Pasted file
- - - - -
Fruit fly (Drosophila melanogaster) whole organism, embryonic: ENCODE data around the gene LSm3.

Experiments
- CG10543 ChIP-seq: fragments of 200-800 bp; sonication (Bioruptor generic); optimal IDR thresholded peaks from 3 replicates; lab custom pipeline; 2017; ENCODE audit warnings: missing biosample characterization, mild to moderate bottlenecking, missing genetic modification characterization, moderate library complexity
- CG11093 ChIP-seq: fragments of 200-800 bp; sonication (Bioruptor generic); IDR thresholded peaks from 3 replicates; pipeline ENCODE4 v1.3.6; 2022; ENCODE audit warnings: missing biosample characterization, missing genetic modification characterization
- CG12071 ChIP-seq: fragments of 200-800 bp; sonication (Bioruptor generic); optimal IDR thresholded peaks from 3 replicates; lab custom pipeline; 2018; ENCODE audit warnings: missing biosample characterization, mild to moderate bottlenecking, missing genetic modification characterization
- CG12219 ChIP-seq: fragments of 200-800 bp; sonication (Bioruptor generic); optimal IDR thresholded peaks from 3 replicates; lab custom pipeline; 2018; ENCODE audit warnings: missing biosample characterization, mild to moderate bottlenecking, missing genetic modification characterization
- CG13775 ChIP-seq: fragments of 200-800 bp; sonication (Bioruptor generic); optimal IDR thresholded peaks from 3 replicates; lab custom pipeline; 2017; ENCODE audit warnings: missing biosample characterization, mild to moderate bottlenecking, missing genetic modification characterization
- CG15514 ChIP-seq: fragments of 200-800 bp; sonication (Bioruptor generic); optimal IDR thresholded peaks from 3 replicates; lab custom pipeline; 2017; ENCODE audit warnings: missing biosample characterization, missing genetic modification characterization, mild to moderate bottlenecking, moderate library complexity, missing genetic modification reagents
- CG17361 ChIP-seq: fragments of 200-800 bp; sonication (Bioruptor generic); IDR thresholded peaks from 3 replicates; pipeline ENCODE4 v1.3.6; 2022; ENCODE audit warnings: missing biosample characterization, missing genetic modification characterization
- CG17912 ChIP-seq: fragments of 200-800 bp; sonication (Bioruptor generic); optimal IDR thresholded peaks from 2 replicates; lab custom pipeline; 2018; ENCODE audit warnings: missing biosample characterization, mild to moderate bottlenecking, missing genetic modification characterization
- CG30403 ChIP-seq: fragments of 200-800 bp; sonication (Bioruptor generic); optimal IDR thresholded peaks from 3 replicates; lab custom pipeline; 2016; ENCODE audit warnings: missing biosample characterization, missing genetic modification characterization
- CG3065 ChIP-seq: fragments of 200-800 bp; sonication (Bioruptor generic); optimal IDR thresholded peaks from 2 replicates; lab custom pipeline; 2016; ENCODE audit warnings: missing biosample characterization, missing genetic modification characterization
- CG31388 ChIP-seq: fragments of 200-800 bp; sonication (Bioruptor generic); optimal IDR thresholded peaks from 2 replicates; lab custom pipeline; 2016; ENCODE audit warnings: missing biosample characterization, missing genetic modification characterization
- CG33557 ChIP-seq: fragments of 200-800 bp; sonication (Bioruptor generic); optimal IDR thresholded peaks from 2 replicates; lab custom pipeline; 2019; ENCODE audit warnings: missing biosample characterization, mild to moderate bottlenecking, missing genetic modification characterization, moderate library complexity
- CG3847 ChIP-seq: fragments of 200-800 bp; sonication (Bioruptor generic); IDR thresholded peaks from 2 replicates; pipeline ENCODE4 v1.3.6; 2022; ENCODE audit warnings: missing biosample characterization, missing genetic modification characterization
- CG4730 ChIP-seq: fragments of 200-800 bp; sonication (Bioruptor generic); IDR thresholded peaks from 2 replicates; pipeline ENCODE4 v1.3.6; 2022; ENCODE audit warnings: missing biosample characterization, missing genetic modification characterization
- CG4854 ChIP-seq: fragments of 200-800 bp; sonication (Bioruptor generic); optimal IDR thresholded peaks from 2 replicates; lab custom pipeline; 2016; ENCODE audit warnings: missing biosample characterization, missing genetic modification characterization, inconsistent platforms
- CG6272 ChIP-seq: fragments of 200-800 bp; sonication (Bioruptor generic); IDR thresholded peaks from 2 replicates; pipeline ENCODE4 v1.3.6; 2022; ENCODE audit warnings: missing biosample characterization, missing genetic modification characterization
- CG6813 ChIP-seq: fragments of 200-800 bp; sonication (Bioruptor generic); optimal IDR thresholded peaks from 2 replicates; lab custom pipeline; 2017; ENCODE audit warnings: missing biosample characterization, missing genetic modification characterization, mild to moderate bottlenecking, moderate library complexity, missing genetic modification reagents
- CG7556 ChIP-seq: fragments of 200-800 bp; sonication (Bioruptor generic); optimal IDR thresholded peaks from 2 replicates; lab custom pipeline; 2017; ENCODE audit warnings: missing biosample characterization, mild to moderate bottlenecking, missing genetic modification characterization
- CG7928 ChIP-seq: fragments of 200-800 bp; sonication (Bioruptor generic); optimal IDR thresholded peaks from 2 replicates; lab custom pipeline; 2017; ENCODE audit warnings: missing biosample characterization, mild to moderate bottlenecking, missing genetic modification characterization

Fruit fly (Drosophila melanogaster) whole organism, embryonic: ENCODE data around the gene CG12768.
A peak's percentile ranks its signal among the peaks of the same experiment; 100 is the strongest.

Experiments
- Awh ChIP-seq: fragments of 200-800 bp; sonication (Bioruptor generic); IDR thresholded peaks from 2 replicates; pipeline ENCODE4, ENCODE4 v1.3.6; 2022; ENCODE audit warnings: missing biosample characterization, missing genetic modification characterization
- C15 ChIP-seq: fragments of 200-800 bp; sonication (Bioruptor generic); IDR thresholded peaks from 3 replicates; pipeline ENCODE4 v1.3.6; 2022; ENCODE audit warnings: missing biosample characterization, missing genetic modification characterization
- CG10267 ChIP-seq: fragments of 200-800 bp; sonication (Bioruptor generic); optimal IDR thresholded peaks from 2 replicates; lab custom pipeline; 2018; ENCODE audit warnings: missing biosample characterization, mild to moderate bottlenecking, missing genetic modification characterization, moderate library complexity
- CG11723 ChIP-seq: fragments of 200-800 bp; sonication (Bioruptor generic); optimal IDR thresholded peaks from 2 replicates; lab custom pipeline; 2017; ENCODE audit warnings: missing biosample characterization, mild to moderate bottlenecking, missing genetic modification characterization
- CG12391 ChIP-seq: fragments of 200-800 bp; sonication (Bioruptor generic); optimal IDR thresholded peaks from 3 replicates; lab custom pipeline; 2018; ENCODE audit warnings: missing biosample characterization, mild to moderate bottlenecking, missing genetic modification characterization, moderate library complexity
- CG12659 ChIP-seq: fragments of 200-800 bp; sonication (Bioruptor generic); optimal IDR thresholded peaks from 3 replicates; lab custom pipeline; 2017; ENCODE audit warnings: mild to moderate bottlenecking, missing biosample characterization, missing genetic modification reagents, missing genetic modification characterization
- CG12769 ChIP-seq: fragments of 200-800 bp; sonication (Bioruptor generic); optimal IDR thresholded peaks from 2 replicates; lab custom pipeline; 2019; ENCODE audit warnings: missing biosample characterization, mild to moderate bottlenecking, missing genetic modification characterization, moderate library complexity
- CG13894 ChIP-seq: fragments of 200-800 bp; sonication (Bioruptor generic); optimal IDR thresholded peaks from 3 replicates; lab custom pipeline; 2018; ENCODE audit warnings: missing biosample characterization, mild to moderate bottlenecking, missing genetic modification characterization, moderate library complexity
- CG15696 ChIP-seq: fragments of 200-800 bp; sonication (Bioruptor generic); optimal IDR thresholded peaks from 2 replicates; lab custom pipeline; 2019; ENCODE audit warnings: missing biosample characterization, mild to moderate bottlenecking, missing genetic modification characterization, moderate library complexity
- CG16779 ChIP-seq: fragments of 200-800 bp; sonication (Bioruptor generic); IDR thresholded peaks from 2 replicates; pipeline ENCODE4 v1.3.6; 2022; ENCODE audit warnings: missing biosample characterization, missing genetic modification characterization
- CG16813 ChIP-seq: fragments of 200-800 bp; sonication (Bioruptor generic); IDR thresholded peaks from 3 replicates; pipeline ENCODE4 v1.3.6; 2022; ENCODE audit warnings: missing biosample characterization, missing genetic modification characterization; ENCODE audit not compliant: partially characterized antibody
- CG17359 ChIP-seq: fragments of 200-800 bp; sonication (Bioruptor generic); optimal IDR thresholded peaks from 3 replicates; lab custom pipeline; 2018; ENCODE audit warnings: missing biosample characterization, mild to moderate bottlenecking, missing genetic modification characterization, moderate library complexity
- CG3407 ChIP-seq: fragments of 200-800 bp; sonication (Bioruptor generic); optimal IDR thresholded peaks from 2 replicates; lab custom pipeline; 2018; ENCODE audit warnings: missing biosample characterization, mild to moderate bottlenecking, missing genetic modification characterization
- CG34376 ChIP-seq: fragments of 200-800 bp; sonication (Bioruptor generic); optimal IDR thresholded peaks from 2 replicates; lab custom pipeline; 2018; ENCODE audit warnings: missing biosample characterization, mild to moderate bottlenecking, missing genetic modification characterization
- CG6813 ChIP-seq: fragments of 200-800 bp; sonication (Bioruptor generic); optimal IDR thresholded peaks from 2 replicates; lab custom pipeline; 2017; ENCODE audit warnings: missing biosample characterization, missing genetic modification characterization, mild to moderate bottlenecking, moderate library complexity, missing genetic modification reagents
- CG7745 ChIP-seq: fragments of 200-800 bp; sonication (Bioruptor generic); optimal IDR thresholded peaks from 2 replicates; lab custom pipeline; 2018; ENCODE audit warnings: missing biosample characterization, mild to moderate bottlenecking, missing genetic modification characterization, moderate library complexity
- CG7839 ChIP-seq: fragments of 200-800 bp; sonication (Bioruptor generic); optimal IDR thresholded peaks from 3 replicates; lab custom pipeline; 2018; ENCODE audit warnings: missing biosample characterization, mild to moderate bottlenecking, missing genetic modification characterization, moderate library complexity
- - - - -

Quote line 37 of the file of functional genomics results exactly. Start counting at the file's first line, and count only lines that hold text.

- CG3407 ChIP-seq: fragments of 200-800 bp; sonication (Bioruptor generic); optimal IDR thresholded peaks from 2 replicates; lab custom pipeline; 2018; ENCODE audit warnings: missing biosample characterization, mild to moderate bottlenecking, missing genetic modification characterization